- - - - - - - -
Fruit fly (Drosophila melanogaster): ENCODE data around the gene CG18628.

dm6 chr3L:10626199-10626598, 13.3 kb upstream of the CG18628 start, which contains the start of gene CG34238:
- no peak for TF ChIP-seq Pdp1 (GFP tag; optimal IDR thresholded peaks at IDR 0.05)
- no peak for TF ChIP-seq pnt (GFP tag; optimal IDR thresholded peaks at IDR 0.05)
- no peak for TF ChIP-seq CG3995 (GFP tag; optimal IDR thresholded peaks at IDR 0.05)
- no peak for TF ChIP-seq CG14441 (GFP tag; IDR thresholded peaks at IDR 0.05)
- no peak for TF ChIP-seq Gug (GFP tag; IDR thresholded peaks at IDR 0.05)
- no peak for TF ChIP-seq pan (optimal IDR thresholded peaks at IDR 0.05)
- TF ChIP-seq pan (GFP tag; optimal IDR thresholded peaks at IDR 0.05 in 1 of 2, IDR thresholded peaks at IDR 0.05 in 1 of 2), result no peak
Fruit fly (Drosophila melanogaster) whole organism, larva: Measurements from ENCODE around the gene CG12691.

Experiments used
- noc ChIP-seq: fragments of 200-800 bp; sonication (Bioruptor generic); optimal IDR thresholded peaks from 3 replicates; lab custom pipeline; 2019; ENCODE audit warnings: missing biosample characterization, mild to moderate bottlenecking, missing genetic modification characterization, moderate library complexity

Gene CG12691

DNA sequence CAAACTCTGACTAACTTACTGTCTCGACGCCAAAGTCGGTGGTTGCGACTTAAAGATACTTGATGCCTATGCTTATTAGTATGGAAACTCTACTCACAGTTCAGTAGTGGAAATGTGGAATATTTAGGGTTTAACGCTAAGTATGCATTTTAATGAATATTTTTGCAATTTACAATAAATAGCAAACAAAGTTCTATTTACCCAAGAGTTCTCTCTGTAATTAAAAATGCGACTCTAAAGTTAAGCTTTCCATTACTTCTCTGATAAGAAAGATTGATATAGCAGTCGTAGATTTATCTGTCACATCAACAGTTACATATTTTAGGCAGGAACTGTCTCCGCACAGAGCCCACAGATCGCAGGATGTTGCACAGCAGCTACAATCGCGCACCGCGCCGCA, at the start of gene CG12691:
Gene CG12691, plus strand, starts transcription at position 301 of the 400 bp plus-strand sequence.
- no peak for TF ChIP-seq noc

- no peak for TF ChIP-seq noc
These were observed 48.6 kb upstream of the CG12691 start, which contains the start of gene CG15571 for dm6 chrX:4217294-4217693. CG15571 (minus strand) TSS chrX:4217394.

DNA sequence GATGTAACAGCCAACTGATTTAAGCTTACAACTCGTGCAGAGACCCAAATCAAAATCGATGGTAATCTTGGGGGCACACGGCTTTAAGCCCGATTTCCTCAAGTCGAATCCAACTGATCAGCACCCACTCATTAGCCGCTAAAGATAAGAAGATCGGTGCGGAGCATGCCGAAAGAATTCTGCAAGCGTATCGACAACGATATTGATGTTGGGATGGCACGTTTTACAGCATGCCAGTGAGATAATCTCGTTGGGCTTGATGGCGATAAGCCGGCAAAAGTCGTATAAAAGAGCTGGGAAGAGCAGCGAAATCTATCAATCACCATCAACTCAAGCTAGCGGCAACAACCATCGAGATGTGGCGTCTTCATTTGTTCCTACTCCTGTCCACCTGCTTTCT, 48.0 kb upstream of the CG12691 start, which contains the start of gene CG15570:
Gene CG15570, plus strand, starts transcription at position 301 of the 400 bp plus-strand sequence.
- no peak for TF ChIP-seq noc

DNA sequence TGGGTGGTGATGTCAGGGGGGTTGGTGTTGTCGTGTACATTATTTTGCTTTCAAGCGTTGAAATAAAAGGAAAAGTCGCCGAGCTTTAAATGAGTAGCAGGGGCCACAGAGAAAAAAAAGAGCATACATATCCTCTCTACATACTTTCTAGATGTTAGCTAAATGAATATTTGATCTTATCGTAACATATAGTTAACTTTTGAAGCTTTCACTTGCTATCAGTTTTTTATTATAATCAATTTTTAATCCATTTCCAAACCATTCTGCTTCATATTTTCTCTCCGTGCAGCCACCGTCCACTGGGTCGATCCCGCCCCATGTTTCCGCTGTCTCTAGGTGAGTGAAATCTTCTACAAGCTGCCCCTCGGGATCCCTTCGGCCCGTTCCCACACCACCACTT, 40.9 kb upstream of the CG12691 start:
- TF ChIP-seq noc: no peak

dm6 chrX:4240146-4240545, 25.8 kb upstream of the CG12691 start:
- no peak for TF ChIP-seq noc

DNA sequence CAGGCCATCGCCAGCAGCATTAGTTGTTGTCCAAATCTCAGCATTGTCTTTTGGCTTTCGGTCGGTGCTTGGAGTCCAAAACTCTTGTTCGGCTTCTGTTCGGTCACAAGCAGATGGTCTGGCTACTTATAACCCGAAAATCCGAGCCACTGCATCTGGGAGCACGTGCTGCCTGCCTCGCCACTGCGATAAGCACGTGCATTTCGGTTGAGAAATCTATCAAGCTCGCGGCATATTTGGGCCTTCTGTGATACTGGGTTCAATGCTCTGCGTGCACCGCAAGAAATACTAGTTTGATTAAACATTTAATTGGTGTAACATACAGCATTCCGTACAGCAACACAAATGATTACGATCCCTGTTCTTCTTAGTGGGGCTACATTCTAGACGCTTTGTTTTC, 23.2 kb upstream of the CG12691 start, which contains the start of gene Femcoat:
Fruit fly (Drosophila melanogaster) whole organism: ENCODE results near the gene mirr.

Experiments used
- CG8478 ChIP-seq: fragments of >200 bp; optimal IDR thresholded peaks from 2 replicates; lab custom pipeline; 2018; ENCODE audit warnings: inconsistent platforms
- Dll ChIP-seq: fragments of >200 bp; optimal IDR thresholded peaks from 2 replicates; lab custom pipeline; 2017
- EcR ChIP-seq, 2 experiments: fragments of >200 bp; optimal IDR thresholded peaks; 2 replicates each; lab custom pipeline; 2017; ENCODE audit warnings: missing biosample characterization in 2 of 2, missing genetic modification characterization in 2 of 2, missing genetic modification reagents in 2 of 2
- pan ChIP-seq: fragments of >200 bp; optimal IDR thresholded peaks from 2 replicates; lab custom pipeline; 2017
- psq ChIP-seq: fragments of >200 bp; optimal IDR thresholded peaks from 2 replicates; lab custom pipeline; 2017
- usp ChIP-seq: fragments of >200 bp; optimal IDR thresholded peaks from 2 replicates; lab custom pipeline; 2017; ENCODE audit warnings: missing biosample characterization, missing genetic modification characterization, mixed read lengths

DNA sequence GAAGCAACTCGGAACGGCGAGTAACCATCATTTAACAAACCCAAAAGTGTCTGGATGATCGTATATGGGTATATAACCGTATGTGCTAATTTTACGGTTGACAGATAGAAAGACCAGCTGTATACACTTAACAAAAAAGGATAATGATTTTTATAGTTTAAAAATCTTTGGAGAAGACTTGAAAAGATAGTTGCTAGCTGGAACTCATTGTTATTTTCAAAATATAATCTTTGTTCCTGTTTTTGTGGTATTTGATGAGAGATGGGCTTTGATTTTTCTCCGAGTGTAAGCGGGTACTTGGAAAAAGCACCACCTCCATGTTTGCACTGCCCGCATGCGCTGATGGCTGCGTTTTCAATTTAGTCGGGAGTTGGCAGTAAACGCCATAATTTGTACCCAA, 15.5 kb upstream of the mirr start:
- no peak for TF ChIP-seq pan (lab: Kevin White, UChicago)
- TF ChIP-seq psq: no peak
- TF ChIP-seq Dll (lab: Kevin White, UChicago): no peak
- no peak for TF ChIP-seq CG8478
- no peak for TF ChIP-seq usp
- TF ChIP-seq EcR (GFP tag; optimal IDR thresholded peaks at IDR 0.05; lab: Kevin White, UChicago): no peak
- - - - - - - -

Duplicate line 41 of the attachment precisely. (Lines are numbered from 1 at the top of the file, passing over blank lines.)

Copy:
- TF ChIP-seq EcR (GFP tag; optimal IDR thresholded peaks at IDR 0.05; lab: Kevin White, UChicago): no peak